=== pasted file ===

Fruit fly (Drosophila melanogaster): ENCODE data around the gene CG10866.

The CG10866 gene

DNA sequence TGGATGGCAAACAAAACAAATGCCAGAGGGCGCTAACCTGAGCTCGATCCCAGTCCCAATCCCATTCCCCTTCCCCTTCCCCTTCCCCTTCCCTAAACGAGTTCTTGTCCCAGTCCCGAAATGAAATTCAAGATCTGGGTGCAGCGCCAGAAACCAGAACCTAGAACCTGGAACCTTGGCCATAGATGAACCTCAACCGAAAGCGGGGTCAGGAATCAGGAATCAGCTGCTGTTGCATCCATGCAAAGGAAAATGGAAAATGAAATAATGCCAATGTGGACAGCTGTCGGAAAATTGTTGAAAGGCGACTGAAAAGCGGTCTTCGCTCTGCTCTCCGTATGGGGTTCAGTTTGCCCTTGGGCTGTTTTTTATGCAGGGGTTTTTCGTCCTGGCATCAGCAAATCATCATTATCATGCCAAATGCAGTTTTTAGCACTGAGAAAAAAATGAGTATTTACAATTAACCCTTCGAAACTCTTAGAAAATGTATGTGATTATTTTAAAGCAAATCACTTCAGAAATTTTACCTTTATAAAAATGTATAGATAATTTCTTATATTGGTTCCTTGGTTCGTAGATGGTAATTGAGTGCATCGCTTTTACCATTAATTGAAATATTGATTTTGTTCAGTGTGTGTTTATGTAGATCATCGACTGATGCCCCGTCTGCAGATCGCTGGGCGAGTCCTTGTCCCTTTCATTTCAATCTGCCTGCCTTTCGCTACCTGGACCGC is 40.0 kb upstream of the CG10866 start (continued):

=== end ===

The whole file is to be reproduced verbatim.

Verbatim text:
Fruit fly (Drosophila melanogaster): ENCODE data around the gene CG10866.

The CG10866 gene

DNA sequence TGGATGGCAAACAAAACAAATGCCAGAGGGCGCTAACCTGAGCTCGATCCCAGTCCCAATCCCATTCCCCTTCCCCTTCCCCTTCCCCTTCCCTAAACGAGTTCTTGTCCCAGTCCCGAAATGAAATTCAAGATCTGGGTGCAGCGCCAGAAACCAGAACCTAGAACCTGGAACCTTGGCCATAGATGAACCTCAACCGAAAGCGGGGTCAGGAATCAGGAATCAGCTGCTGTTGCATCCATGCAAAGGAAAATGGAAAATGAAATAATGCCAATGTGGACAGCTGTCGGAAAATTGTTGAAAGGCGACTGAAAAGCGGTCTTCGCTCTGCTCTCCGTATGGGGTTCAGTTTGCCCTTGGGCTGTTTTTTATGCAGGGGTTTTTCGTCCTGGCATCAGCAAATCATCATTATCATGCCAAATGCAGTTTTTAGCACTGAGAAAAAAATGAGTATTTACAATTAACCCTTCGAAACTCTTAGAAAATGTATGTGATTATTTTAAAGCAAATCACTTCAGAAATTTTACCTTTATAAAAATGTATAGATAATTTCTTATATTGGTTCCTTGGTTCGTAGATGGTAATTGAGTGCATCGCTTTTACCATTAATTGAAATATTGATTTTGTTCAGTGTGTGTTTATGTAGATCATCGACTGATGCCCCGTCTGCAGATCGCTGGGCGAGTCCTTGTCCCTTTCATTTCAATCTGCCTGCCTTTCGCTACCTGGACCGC is 40.0 kb upstream of the CG10866 start (continued):